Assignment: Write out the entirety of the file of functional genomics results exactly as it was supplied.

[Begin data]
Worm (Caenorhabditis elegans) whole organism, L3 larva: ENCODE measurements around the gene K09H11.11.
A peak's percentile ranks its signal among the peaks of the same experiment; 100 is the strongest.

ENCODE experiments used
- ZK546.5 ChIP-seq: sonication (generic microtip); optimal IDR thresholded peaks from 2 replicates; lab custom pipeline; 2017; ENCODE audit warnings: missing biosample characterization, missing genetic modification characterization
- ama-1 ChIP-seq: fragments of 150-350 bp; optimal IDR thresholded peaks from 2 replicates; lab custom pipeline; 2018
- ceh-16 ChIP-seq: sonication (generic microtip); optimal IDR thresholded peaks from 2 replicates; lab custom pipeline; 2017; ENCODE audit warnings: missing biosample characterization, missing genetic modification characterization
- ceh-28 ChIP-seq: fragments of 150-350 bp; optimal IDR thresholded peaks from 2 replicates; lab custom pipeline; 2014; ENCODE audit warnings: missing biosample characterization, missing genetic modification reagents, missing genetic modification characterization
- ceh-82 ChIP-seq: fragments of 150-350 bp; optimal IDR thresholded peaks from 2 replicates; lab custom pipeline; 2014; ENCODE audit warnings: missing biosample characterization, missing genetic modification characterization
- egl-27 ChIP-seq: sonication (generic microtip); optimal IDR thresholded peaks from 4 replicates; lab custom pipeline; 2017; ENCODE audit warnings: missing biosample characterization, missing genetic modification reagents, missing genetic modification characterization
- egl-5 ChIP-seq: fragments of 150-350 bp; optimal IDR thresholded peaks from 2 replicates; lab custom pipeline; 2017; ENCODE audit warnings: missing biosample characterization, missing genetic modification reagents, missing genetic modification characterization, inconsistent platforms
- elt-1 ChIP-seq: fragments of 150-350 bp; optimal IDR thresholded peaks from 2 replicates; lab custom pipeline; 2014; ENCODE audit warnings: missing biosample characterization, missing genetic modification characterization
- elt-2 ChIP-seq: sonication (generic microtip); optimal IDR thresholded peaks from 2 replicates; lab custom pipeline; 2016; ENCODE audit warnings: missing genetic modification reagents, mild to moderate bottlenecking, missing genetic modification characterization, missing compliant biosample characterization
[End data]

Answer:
Worm (Caenorhabditis elegans) whole organism, L3 larva: ENCODE measurements around the gene K09H11.11.
A peak's percentile ranks its signal among the peaks of the same experiment; 100 is the strongest.

ENCODE experiments used
- ZK546.5 ChIP-seq: sonication (generic microtip); optimal IDR thresholded peaks from 2 replicates; lab custom pipeline; 2017; ENCODE audit warnings: missing biosample characterization, missing genetic modification characterization
- ama-1 ChIP-seq: fragments of 150-350 bp; optimal IDR thresholded peaks from 2 replicates; lab custom pipeline; 2018
- ceh-16 ChIP-seq: sonication (generic microtip); optimal IDR thresholded peaks from 2 replicates; lab custom pipeline; 2017; ENCODE audit warnings: missing biosample characterization, missing genetic modification characterization
- ceh-28 ChIP-seq: fragments of 150-350 bp; optimal IDR thresholded peaks from 2 replicates; lab custom pipeline; 2014; ENCODE audit warnings: missing biosample characterization, missing genetic modification reagents, missing genetic modification characterization
- ceh-82 ChIP-seq: fragments of 150-350 bp; optimal IDR thresholded peaks from 2 replicates; lab custom pipeline; 2014; ENCODE audit warnings: missing biosample characterization, missing genetic modification characterization
- egl-27 ChIP-seq: sonication (generic microtip); optimal IDR thresholded peaks from 4 replicates; lab custom pipeline; 2017; ENCODE audit warnings: missing biosample characterization, missing genetic modification reagents, missing genetic modification characterization
- egl-5 ChIP-seq: fragments of 150-350 bp; optimal IDR thresholded peaks from 2 replicates; lab custom pipeline; 2017; ENCODE audit warnings: missing biosample characterization, missing genetic modification reagents, missing genetic modification characterization, inconsistent platforms
- elt-1 ChIP-seq: fragments of 150-350 bp; optimal IDR thresholded peaks from 2 replicates; lab custom pipeline; 2014; ENCODE audit warnings: missing biosample characterization, missing genetic modification characterization
- elt-2 ChIP-seq: sonication (generic microtip); optimal IDR thresholded peaks from 2 replicates; lab custom pipeline; 2016; ENCODE audit warnings: missing genetic modification reagents, mild to moderate bottlenecking, missing genetic modification characterization, missing compliant biosample characterization